My favourite Cersei then meets with the High Sparrow (Jonathan Pryce) who doesn’t drink wine (and is therefore not to be trusted, am I right ladies). Cersei seeks to have the Faith Militant reinstalled; an “army to the gods” that worked as a military arm of the Faith of the Seven. Cersei asks, “Perhaps the gods need a sword of their own?”. The High Sparrow describes the Faith Militant as “an army that defends the bodies and souls of the common people”, and rightly states that the King isn’t able to punish everyone; maybe the faith should help out as well? Cersei and the High Sparrow appear to have come to an agreement. Cersei mentions a sinner within their midst who is “shielded by gold and privilege”. I wonder who she’s talking about? I seriously love Lena Headey. Cersei is up to some manipulative business. I love the way Lena Headey and Jonathan Pryce work together as well. They both present as slippery snakes who are working to their own ends.
The Faith Militant then go out and wreak havoc, spilling all the alcohol, destroying false idols, trashing the gambler’s tables, and going into brothels and hurting sex workers and their clientele. Then they head into a room where a man is presumably having sex with a male sex worker and spout some crazy homophobic nonsense. This action is intercut with the creepy vision of Lancel Lannister (Eugene Simon) getting the Seven-Pointed Star of the Faith of the Seven cut into his forehead. That’s going a bit far. Lancel then heads with some of the other Faith Militant to where Loras Tyrell (Finn Jones) is practicing his fighting. The Faith Militant state that he has “broken the laws of gods and men”, referring to his homosexuality which is an open secret. They capture Loras and take him away.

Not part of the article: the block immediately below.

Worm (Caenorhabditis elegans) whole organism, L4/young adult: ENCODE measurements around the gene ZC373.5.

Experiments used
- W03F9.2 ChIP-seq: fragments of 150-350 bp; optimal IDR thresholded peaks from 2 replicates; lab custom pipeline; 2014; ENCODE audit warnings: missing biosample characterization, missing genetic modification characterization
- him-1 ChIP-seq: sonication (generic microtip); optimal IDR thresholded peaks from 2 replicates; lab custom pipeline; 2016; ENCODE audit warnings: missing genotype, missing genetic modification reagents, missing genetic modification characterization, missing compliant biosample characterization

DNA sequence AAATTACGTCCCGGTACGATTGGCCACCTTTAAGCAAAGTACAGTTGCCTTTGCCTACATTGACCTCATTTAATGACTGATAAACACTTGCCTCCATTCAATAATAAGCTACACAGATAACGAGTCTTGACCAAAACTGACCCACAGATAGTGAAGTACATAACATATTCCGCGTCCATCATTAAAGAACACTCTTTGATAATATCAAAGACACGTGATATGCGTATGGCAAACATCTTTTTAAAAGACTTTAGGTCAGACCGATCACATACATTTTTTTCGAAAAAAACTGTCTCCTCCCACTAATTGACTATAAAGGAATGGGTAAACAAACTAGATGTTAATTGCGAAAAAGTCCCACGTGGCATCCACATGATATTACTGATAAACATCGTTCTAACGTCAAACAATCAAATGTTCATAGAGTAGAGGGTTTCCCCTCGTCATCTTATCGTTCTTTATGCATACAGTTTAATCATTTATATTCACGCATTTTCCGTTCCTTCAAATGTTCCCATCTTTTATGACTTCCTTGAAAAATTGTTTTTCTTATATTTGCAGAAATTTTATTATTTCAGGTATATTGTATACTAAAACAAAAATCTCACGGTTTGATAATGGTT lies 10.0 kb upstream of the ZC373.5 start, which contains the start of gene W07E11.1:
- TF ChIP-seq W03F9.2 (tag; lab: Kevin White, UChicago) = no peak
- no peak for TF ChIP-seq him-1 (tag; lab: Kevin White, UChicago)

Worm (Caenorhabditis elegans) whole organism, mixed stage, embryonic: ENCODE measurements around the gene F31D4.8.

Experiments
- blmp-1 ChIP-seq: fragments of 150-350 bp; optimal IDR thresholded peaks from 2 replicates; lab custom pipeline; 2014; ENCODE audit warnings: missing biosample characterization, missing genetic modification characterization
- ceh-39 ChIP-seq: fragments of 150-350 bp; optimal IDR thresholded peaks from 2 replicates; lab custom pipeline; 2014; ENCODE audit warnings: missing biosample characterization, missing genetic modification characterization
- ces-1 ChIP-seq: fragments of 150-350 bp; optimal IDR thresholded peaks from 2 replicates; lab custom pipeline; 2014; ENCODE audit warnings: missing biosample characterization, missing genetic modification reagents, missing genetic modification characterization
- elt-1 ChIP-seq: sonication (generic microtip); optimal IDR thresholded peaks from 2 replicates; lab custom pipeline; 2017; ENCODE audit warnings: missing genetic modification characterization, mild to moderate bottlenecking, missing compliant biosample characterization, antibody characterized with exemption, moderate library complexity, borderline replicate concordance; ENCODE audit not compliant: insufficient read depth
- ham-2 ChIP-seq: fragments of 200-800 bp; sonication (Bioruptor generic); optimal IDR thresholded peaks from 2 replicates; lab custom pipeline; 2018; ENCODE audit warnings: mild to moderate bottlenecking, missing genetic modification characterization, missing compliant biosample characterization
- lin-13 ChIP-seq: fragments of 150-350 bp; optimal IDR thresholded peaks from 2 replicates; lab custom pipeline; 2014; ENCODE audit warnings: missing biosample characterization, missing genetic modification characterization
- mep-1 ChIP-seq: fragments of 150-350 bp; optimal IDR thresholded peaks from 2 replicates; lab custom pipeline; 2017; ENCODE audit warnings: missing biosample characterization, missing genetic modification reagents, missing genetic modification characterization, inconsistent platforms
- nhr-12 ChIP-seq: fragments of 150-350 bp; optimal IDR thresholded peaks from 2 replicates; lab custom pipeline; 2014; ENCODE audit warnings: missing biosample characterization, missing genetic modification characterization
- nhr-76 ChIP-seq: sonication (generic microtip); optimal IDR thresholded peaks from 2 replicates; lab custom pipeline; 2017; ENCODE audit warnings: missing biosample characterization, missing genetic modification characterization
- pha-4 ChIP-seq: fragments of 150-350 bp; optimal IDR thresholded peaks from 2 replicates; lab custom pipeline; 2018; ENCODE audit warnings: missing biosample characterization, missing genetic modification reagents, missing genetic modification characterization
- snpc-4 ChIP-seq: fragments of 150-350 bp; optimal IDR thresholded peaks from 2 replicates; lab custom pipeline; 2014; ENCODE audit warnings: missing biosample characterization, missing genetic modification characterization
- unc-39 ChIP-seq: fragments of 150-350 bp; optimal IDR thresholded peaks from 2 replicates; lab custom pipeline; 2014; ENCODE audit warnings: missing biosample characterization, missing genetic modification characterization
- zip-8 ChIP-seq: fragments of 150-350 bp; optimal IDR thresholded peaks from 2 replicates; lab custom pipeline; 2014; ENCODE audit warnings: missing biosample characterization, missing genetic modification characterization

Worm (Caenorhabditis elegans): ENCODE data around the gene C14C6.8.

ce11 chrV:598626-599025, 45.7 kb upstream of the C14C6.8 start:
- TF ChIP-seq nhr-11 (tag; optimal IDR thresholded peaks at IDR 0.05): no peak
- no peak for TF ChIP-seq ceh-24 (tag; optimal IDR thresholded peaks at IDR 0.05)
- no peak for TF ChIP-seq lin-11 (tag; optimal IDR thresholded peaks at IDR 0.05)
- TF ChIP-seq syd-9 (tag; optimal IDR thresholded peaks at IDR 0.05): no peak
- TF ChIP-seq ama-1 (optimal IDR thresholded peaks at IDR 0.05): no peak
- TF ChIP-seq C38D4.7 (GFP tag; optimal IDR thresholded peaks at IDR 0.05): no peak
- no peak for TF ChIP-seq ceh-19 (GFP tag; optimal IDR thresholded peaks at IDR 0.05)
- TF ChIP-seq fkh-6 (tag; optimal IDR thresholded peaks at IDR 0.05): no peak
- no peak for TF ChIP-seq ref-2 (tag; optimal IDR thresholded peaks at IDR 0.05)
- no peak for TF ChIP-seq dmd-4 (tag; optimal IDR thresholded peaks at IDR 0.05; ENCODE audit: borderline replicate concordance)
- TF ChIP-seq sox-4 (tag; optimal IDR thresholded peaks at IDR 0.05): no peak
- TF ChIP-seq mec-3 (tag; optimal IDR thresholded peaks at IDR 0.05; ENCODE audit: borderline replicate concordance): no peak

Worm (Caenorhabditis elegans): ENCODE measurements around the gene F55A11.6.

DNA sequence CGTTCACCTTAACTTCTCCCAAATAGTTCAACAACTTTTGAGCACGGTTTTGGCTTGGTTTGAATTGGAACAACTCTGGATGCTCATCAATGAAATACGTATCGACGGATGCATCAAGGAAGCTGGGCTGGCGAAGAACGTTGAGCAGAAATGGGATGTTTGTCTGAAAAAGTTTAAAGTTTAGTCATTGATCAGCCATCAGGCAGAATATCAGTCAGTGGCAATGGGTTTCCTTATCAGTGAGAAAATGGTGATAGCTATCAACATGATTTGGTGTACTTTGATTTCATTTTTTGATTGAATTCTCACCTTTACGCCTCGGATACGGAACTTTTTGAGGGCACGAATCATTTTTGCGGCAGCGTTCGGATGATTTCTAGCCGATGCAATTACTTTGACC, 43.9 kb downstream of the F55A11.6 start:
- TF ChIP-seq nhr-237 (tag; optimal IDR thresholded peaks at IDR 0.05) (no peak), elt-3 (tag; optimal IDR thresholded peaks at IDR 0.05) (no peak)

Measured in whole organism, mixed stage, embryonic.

Margaery Tyrell (Natalie Dormer) then confronts Tommen (Dean-Charles Chapman) about her brother, and Tommen is eating a meal with a hilarious expression on his face. Margaery accuses Cersei of capturing Loras because she’s vengeful and jealous that Tommen is not “hers anymore”. Tommen asks in a very naive fashion, “Aren’t you and mother getting along?”. He seriously doesn’t get it. Tommen promises to set Loras free though, and goes to see his mother who says that she didn’t do it, the Faith Militant did. Technically we all know it’s a part of her master plan so that she doesn’t have to marry Loras (as they were betrothed last season).
Tommen goes to see the High Sparrow but the Faith Militant won’t let him past as he’s praying. This is where the crown and the faith clash. The Faith Militant don’t recognise the power of the crown on religious turf. Some nearby peasants call out that he’s a bastard and an abomination; Tommen says they will find another way to rescue Loras. When Margaery questions him, Tommen says he could not rescue Loras without resorting to violence. This shows us his position on using force when in power, but it also shows one of his weaknesses. Tommen is in a difficult position, stuck between his wife, his mother, his faith, and his reputation as King. But we all know Tommen will probably help Margaery out in order to get in her good books again.